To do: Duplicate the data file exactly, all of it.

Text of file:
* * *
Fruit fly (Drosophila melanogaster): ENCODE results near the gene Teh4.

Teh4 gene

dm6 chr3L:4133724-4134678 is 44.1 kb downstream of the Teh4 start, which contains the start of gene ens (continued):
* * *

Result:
Fruit fly (Drosophila melanogaster): ENCODE results near the gene Teh4.

Teh4 gene

dm6 chr3L:4133724-4134678 is 44.1 kb downstream of the Teh4 start, which contains the start of gene ens (continued):